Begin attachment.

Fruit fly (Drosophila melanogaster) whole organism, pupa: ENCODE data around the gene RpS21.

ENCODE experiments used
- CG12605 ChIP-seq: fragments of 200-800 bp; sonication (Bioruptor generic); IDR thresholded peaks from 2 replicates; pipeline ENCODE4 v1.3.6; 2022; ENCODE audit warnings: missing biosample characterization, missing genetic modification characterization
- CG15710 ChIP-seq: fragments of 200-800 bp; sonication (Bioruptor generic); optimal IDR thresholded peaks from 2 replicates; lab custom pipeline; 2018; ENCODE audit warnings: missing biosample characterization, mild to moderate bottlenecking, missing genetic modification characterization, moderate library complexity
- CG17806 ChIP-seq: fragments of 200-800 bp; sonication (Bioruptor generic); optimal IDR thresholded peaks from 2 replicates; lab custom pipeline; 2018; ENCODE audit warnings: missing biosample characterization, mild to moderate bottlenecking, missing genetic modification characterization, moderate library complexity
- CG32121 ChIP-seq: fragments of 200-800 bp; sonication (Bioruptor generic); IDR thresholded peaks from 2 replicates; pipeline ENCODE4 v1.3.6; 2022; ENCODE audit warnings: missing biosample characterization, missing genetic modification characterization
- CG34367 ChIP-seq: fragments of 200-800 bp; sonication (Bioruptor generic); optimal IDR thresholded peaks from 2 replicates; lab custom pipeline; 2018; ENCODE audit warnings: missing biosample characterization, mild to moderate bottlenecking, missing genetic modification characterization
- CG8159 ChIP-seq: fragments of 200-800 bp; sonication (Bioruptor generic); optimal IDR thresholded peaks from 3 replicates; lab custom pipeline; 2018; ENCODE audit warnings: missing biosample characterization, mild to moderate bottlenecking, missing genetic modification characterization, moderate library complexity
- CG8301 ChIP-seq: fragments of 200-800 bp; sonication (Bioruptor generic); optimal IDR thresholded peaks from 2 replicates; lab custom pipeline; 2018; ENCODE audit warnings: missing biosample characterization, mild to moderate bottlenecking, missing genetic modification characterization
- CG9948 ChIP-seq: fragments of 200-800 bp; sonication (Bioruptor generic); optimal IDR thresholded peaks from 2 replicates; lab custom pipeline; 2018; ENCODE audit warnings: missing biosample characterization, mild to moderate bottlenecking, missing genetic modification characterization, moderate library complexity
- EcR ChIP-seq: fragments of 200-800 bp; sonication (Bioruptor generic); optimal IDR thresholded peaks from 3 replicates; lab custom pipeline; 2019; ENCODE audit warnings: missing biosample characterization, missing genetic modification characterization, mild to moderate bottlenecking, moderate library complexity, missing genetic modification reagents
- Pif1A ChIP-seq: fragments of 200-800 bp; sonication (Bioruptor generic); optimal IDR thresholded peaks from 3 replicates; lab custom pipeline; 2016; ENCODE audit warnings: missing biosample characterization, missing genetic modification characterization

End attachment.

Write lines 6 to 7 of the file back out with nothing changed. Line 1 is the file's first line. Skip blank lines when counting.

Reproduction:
- CG32121 ChIP-seq: fragments of 200-800 bp; sonication (Bioruptor generic); IDR thresholded peaks from 2 replicates; pipeline ENCODE4 v1.3.6; 2022; ENCODE audit warnings: missing biosample characterization, missing genetic modification characterization
- CG34367 ChIP-seq: fragments of 200-800 bp; sonication (Bioruptor generic); optimal IDR thresholded peaks from 2 replicates; lab custom pipeline; 2018; ENCODE audit warnings: missing biosample characterization, mild to moderate bottlenecking, missing genetic modification characterization